Many folks justify their rejection of Christ by saying something along the lines of “I can’t believe a loving God would create a person knowing full well they’ll end up in hell.” They know the Bible teaches that Jesus is God but also that He never shied away from preaching about hell so they put two and two together and pronounce Jesus’ kind and compassionate persona a cruel hoax. However, they’re refusing to acknowledge the severity of the core problem – sin. Let’s review: God creates man and woman in His image. God provides everything they could possibly need. They enjoy mutual love and fidelity so the first couple’s relationship with God is perfect. But eventually it’s not enough. (It never is.) Adam and Eve want more. They invite sin and rebellion in to liven up the party. They start thinking the universe rotates around them instead of God and everything tumbles downhill from there. War, injustice, envy, resentment, pride and bigotry take over and spiritual angst becomes the norm. God’s rightfully disgusted because He hates the sin that’s so thoroughly corrupted the children He adores. Now, if there was no moral judgment involved wouldn’t that mean God doesn’t give a hoot about sin? Or us? Why not just flick the planet out of orbit and write us off as hopeless ingrates instead of doing everything He can to save us from ourselves? Get this: Hell’s not a destination for people God decided not to love. It’s for those who want more than anything else to dethrone Him and be God. The God of their life, of their family, of their career. Ironically, their wish gets granted and they’re allowed to be their own God forever. Alone. Dr. Barry Bailey once preached, “I can’t imagine a worse hell than spending eternity with no one but myself for company.” Carson mused, “What’s God to do? If He says sin doesn’t matter to Him, God’s no longer a God to be admired. He’s either amoral or positively creepy. For Him to act in any other way in the face of such blatant defiance would be to reduce God Himself.” No justice, no peace.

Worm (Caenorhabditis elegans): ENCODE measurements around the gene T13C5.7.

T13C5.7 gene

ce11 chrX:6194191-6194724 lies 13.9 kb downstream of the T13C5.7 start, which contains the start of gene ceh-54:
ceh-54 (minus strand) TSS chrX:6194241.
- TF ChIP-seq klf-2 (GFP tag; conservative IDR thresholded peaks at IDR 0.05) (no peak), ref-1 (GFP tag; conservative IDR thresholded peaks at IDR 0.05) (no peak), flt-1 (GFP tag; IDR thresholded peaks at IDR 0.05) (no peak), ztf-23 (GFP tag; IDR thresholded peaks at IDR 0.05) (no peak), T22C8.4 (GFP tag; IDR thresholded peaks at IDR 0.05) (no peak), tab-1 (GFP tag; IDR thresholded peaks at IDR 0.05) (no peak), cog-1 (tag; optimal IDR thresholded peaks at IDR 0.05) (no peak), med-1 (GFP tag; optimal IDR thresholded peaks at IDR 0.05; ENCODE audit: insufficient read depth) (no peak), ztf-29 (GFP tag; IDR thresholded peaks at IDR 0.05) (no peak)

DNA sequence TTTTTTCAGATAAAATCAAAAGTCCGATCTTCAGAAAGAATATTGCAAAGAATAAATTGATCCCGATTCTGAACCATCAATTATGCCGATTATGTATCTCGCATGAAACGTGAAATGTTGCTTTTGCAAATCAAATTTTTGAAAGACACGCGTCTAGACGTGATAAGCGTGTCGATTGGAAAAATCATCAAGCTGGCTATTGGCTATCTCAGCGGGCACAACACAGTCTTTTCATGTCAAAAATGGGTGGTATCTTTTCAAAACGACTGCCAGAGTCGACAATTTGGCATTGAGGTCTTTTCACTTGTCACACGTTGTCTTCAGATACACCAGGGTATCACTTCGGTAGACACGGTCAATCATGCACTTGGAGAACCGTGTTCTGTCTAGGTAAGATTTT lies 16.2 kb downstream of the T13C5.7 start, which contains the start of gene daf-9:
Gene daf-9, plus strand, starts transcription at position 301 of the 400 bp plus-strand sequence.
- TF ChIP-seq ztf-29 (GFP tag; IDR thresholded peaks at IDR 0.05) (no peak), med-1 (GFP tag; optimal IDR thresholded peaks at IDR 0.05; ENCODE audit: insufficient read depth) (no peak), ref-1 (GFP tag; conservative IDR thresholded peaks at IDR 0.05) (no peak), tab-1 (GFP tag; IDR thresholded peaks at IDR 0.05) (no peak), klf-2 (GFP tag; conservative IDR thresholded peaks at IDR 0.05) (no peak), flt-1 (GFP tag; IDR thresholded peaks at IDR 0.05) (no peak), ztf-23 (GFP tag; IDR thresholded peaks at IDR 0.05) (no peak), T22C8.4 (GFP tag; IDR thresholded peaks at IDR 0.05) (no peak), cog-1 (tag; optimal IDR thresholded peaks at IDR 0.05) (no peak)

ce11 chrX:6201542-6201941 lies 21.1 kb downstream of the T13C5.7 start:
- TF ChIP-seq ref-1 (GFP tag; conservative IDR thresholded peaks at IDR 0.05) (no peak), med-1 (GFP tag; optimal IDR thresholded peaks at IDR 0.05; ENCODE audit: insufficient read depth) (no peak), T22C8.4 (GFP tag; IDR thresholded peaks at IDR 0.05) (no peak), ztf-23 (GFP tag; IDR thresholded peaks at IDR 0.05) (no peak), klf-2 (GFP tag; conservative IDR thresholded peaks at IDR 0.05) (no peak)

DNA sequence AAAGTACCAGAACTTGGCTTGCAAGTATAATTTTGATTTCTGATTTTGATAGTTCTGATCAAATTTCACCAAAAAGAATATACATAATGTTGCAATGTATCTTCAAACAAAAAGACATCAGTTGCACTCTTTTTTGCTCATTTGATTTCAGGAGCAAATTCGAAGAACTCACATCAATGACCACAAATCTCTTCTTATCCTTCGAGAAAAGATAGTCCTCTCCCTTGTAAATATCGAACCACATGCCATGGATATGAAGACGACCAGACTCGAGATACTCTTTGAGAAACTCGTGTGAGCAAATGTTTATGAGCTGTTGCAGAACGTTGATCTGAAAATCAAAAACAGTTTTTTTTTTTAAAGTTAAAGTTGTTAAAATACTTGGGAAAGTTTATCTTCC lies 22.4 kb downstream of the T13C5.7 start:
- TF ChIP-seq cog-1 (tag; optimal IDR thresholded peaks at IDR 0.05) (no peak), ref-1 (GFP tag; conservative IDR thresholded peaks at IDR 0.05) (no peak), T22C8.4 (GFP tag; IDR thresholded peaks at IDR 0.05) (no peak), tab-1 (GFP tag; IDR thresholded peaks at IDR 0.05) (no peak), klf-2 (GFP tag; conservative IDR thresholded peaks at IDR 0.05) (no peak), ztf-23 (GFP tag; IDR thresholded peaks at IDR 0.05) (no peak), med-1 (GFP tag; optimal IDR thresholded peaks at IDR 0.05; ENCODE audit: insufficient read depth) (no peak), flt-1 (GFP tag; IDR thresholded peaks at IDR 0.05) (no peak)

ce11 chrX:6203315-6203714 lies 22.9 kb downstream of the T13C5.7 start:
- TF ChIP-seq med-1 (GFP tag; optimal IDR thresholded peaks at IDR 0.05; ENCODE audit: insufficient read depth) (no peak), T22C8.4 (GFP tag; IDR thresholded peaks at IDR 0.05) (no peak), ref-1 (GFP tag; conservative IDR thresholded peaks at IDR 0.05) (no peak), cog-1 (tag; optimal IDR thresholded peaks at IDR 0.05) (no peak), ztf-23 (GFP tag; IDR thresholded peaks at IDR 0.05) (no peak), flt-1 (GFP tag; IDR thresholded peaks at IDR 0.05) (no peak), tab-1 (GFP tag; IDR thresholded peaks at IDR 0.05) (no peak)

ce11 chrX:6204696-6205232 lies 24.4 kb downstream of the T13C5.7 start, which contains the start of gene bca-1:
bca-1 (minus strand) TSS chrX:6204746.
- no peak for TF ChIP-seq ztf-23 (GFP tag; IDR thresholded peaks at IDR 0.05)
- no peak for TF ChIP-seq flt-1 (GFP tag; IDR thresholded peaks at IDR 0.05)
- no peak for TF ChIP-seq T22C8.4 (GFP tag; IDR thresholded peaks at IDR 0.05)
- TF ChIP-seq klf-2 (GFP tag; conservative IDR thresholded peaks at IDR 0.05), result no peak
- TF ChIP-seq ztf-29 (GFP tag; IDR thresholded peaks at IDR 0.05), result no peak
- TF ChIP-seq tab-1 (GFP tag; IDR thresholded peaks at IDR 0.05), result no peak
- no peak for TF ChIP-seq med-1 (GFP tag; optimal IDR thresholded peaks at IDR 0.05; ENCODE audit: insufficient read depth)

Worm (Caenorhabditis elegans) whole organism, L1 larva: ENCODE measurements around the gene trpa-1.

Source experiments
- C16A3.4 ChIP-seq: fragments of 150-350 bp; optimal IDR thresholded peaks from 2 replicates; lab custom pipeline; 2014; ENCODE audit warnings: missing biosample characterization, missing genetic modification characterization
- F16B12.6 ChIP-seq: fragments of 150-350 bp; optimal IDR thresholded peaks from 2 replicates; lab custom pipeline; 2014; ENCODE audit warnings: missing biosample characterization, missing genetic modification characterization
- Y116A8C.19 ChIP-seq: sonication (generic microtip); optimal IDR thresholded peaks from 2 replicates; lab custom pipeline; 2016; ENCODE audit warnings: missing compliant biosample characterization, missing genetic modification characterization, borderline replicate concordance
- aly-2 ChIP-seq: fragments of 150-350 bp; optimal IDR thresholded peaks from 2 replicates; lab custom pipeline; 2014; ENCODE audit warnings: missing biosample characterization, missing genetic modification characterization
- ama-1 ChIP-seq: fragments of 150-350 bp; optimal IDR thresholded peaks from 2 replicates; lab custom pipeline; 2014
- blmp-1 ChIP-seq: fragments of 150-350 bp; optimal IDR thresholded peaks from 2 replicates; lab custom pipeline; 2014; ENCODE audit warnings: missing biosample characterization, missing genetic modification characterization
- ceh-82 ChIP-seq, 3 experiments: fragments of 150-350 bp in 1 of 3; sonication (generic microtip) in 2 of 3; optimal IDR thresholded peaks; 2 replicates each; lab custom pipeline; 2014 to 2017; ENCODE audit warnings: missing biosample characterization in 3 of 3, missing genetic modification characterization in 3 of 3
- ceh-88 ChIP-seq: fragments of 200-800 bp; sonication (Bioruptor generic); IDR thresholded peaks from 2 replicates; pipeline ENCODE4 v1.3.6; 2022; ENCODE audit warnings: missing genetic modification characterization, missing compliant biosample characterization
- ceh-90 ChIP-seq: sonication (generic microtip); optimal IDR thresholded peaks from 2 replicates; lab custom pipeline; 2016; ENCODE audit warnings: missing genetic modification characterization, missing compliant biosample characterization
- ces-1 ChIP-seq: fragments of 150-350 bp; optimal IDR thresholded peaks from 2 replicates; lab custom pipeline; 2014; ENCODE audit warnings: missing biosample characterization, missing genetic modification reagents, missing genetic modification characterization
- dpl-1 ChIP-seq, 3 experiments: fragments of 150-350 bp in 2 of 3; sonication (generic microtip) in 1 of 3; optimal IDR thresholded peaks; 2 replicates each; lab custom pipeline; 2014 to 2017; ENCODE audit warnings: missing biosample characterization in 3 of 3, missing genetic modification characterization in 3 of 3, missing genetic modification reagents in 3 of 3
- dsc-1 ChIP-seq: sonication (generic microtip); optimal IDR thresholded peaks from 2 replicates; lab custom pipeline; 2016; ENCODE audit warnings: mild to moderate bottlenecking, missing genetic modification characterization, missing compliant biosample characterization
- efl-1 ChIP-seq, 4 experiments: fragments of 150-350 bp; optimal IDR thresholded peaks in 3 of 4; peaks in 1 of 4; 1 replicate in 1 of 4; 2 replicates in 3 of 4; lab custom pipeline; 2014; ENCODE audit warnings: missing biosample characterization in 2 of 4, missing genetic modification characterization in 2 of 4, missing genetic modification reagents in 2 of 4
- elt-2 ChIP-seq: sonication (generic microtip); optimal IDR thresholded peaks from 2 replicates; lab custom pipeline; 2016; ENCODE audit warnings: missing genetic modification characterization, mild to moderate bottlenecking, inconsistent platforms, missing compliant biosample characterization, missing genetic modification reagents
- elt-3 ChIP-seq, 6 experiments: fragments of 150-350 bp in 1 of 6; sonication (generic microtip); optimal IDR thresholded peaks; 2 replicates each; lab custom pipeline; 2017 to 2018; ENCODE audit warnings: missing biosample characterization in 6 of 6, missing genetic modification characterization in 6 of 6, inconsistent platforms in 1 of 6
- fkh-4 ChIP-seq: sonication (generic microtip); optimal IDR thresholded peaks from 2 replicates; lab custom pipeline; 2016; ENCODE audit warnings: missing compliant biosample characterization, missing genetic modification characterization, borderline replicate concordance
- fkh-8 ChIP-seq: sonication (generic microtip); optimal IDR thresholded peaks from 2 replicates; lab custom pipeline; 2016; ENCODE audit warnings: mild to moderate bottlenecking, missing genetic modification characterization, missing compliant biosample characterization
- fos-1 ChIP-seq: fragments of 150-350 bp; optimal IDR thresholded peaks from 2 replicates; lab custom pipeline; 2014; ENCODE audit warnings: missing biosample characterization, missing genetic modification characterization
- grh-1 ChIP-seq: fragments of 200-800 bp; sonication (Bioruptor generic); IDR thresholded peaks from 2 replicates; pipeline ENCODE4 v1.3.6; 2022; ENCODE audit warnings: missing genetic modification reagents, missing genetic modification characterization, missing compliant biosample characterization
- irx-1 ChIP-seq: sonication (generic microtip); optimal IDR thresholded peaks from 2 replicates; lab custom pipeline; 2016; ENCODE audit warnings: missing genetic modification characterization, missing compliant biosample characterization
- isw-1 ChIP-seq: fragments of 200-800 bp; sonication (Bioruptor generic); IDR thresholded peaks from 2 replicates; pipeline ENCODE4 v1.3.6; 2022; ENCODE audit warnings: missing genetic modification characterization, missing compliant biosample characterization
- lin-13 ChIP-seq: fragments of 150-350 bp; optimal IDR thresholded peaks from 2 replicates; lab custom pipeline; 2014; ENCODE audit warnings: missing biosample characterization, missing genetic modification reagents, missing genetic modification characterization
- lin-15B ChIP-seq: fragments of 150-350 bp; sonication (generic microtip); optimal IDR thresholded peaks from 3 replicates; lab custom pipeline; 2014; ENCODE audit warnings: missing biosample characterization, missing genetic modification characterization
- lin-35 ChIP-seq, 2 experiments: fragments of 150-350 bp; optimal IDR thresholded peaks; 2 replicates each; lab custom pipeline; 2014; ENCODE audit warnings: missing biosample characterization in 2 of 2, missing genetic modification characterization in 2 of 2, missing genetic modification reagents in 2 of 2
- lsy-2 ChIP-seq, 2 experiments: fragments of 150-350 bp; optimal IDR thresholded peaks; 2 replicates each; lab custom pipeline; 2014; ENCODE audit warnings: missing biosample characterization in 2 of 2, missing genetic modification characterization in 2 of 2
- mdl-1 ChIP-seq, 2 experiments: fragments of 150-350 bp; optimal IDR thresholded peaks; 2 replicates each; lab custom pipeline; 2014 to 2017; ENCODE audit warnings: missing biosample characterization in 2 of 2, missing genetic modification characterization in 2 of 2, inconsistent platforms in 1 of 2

The idea God would banish a soul from His presence for all time to come bothers some Christians. They’d prefer He give the damned just one more chance at redemption after they’ve gotten a taste of hell. Again, it depends on what hell really is. Some folks actually desire eternal isolation! Then there are those who think this world’s hellish enough as is. There’s a sizeable amount of truth in that statement but I also believe that if God were to ever completely remove Himself from this planet and let mankind’s wickedness run amok without restraint the hell we’d create would shame the devil. But God isn’t finished with this world. Contrary to popular belief He’s still in control. He’s told us through His Holy Word that in the end not only will His justice prevail but His justice will be seen to prevail and“…every knee will bow” before the Lord (Philippians 2:10). It’ll be obvious to everyone. Therefore all arguments about whether or not He’s just will cease to have purpose. Carson said, “At the time of judgment there’s nobody in the world who’ll walk away from that experience saying that they’ve been treated unfairly by God. Everyone will recognize the fundamental justice in the way God judges them and the world.” Hardly a day goes by without something happening somewhere that we unanimously deem unfair. But on the glorious day when Christ returns (and His unblemished, shimmering righteousness overwhelms our puny senses) justice will not only be done but no one will say “No fair!”